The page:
• Buying a larger soft “sketcher” type shoe to wear for 2 months.
  • Crocs.
  • Suede “UGG” style boots.
  • A soft wide fit men’s trainer made of soft fabric material.
  • Your old gym trainers with the far end laces and (if possible) insoles removed to make more space for the big toe.
  • “FITFLOPS” (NOT FLIP FLOPS) are supportive and work well in summer. You will struggle with your normal shoes, so you may have to pick up a cheap pair to get you through the next 2 months.

6- 12 weeks after surgery:

Your mobility will continue to improve, although you should avoid walking long distances. You can usually return to work after six weeks. You can start gentle exercises and activities after 6 weeks and gradually increase your activity level with time. You should speak to your surgeon about this if you are uncertain.

Low impact exercise, such as exercise bike and cross trainer can be started. You may now drive a manual vehicle in addition to an automatic. However, motor insurance companies vary in their policies please check with your insurer first.

Week 12 Onwards:

Now you start enjoying the foot but the final shape of the foot in terms of the swelling and fading of the scar can take 6-9 months. Running can be started at 10-12 weeks. Other high impact exercise can be started at the same time. A gentle heel can be introduced, and you can move into higher heels with time. Please note that heels should be limited to a reasonable height as they are not great for your feet.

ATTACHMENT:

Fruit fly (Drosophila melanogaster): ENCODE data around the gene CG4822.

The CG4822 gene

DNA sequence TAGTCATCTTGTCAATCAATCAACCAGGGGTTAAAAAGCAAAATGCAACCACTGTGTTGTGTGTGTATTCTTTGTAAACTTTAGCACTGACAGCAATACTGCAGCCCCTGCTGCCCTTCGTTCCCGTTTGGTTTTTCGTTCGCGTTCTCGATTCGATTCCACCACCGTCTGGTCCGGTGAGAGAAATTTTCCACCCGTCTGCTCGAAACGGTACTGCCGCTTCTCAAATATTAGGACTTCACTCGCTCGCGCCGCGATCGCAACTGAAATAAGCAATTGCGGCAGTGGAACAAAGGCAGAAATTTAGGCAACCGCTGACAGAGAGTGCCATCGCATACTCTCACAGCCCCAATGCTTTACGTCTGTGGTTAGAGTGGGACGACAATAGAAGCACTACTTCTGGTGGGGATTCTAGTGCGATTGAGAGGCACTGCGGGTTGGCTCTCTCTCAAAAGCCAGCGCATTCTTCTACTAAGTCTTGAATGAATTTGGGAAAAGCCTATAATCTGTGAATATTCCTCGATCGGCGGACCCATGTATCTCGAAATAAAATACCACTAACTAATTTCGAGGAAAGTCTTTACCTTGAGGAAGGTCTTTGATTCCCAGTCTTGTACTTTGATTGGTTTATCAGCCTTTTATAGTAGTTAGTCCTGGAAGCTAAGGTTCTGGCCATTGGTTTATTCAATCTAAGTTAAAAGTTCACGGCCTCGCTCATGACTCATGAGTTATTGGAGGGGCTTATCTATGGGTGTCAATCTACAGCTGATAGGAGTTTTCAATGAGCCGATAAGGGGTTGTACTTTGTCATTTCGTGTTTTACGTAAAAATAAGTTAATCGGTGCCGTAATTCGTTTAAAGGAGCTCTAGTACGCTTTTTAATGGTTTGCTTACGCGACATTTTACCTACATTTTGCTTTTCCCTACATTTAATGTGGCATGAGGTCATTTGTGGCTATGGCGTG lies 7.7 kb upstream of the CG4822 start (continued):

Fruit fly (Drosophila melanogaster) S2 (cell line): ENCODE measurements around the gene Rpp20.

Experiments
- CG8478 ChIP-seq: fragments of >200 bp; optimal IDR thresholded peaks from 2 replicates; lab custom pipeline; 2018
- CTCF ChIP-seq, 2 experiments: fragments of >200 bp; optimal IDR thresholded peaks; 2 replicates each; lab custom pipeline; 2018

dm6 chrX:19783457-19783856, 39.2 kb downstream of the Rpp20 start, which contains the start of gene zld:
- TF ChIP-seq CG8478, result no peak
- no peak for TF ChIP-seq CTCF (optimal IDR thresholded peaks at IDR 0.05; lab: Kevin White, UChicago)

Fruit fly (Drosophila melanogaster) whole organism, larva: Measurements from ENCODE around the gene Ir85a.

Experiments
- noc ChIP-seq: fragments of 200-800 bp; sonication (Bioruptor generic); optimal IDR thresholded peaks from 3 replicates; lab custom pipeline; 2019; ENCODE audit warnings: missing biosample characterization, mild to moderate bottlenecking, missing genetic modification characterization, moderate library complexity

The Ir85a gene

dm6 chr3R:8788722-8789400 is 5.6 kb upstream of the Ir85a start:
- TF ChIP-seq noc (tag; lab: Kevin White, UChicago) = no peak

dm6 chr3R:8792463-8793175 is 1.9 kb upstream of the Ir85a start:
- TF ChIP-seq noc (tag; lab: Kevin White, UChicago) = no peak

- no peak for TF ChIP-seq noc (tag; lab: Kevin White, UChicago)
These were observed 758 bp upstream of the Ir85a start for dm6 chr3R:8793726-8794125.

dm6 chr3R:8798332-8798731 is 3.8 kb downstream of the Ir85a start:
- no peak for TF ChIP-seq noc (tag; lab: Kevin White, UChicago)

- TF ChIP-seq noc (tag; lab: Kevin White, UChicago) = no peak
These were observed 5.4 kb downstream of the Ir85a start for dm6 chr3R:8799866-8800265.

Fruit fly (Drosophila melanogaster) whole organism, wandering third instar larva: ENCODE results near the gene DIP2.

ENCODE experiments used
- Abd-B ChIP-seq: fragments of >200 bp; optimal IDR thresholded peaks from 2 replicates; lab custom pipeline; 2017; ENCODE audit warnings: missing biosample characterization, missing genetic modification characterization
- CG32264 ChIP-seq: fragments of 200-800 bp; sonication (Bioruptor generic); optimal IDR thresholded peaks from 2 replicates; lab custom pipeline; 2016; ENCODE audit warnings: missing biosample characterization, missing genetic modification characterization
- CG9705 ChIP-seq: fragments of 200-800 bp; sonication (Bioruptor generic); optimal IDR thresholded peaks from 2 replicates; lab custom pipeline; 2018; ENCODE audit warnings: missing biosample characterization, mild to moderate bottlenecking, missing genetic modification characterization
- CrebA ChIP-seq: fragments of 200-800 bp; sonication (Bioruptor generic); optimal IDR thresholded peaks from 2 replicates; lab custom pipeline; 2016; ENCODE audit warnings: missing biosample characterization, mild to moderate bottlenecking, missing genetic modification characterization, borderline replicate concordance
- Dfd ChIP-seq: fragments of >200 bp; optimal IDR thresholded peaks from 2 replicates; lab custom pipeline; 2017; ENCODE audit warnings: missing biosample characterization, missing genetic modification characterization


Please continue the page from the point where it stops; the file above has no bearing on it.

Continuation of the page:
For short haul flights you will be able to fly after 2-3 weeks. For long haul it is 6 weeks. Flying is associated with a slightly higher risk of thrombosis especially with long haul flights. We do make exceptions if your home is abroad.

What should I do if I have a problem?

If you experience any of the following symptoms, please contact Mr Limaye, the ward or your GP:

  • Increasing pain
  • Increasing redness, swelling or oozing around the wound site
  • Fever (temperature higher than 38°C).
  • suspect you have DVT (deep vein thrombosis) - symptoms include pain and/or burning in the back of your lower leg. You may also feel unwell and have a temperature.

If, at any time in your post-operative recovery, there is any sign whatsoever of infection, either suspected by you or diagnosed by your GP, please contact your Mr Limaye’s secretaries at the hospital.